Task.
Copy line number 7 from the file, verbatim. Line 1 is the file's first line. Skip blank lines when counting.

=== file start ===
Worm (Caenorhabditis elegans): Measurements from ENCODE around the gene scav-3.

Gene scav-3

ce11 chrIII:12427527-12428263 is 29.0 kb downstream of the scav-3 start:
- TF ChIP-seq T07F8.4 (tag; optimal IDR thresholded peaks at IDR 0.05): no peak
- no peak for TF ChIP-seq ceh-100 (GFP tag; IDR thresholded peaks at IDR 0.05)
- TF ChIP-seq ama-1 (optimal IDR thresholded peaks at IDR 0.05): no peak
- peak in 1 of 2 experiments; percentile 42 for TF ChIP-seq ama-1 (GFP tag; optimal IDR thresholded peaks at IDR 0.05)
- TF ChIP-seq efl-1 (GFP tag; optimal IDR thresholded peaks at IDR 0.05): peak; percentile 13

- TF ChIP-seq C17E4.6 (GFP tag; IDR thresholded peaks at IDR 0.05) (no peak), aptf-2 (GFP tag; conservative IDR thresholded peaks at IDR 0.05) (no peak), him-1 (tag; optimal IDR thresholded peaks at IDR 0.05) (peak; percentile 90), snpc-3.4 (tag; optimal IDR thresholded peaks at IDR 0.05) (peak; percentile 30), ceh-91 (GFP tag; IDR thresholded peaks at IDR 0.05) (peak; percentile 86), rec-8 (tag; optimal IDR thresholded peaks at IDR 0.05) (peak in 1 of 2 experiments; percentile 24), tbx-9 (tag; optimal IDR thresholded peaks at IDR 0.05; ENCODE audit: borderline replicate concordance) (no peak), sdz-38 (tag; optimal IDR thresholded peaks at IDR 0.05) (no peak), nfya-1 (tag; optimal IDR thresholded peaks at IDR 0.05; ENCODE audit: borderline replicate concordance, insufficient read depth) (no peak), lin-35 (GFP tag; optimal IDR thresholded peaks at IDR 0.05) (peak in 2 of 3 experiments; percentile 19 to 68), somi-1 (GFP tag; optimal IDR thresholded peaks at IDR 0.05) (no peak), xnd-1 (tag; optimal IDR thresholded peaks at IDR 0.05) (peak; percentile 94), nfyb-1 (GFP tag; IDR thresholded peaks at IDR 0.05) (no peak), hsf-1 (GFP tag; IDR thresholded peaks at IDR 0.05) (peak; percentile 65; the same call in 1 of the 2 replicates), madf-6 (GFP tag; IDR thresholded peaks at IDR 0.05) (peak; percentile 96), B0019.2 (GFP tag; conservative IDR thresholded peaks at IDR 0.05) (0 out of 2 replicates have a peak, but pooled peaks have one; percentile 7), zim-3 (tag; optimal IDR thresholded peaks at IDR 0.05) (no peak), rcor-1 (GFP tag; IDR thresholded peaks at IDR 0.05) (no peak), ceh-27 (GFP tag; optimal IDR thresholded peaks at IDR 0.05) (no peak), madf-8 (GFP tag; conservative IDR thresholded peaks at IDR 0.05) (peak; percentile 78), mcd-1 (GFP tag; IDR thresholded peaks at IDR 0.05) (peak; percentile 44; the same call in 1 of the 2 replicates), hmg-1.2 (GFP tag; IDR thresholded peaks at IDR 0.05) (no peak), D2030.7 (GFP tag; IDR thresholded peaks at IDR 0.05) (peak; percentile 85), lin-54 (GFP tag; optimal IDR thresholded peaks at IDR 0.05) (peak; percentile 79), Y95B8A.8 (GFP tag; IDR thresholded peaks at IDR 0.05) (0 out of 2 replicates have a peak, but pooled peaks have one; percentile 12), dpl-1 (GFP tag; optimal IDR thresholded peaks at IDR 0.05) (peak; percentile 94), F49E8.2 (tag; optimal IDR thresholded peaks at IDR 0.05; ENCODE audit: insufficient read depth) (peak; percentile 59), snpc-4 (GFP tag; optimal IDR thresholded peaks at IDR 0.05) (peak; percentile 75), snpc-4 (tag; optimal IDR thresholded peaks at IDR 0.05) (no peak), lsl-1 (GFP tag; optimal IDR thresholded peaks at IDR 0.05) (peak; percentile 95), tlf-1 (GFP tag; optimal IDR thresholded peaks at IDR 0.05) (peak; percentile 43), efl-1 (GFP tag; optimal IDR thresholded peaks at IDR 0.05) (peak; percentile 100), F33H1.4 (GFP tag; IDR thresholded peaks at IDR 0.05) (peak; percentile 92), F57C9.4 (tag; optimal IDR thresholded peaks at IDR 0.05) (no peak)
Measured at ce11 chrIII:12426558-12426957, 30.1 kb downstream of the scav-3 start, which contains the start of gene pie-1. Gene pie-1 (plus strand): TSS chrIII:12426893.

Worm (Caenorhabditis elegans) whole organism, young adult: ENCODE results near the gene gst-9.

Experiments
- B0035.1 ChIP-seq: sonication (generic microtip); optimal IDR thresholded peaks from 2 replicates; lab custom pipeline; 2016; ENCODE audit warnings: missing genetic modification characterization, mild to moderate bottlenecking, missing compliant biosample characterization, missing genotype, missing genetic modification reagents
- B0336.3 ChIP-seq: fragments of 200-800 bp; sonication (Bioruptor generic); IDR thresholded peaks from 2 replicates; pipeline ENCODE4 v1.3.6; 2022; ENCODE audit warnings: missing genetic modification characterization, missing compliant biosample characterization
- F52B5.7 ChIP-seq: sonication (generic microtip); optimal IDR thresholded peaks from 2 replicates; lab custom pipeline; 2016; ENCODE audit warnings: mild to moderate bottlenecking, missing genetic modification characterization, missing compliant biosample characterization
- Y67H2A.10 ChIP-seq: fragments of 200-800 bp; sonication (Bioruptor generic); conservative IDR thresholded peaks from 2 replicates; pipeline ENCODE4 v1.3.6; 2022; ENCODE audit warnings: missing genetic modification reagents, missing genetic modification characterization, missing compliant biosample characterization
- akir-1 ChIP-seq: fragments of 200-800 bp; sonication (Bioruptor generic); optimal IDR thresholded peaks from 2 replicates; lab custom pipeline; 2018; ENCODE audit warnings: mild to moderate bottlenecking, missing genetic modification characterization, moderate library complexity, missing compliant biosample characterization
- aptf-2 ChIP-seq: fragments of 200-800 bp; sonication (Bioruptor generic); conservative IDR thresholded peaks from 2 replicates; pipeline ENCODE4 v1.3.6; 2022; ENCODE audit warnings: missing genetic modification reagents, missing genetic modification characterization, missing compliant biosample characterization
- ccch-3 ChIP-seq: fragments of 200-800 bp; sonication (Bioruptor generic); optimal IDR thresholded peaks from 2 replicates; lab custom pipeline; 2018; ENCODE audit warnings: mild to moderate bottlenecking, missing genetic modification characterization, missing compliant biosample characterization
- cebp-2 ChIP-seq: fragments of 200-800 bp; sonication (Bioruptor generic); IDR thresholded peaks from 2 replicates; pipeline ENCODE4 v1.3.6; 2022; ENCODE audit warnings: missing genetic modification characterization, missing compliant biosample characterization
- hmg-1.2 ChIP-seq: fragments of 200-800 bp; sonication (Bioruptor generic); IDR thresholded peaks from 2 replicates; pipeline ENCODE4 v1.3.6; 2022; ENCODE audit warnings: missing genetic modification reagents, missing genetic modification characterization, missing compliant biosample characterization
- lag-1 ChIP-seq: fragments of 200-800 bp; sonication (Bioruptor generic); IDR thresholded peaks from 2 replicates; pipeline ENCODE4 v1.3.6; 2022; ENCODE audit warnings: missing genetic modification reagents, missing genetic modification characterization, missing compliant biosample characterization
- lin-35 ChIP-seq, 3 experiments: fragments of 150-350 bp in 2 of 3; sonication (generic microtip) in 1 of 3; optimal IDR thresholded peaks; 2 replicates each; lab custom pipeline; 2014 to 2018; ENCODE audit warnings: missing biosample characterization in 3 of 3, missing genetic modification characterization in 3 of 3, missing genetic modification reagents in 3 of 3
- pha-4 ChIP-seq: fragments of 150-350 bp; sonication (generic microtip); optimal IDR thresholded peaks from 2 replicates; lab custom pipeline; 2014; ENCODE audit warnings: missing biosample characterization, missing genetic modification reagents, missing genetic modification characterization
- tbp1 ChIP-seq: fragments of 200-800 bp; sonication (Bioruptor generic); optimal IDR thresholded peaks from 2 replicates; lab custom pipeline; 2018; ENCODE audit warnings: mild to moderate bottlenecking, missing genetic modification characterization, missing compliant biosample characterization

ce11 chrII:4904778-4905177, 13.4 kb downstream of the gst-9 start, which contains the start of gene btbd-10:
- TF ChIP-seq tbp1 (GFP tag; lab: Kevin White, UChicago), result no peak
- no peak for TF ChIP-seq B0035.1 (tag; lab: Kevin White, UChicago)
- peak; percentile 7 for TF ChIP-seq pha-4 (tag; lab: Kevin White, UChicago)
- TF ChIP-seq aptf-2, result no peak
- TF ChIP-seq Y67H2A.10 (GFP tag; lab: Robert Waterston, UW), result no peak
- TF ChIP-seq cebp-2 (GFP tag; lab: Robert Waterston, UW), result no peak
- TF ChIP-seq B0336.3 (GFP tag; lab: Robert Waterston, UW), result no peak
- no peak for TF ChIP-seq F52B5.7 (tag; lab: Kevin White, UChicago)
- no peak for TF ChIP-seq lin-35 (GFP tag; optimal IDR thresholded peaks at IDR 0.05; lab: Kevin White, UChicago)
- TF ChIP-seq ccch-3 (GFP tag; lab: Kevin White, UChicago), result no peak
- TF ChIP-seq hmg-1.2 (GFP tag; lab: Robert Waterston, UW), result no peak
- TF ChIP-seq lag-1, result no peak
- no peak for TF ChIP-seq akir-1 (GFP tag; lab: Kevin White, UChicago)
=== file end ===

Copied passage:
- peak in 1 of 2 experiments; percentile 42 for TF ChIP-seq ama-1 (GFP tag; optimal IDR thresholded peaks at IDR 0.05)